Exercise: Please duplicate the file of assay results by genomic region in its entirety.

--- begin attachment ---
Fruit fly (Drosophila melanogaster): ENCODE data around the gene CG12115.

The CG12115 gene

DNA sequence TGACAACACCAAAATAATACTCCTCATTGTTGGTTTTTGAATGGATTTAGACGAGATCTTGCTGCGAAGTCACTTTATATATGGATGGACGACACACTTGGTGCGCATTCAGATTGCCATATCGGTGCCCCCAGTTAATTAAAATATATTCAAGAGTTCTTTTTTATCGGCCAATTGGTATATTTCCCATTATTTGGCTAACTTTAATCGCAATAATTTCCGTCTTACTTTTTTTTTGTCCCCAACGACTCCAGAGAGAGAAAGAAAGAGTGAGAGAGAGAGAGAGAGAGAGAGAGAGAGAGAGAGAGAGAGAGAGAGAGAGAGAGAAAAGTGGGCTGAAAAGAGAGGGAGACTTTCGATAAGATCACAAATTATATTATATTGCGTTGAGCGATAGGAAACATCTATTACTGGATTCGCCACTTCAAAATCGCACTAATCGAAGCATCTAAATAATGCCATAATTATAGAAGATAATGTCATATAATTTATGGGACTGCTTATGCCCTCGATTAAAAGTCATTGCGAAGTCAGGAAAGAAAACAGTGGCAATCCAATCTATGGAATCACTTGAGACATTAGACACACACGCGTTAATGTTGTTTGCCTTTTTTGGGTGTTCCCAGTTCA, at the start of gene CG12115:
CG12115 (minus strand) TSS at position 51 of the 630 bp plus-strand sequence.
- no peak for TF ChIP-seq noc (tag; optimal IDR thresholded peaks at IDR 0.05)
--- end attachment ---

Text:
Fruit fly (Drosophila melanogaster): ENCODE data around the gene CG12115.

The CG12115 gene

DNA sequence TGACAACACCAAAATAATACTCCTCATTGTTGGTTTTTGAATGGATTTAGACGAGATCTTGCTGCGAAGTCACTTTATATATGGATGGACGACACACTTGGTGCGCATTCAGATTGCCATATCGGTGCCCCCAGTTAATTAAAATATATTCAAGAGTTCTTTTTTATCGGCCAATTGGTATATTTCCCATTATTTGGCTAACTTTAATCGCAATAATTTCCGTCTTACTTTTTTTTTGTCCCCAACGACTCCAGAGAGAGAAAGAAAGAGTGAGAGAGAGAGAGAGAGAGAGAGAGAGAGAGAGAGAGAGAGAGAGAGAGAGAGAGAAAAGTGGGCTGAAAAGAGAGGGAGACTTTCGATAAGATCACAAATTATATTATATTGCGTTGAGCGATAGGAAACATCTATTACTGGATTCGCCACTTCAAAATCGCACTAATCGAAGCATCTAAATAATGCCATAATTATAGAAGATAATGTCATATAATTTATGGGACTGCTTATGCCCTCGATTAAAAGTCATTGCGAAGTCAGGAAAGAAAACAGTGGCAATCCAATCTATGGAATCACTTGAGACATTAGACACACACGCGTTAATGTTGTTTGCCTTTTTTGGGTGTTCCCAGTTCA, at the start of gene CG12115:
CG12115 (minus strand) TSS at position 51 of the 630 bp plus-strand sequence.
- no peak for TF ChIP-seq noc (tag; optimal IDR thresholded peaks at IDR 0.05)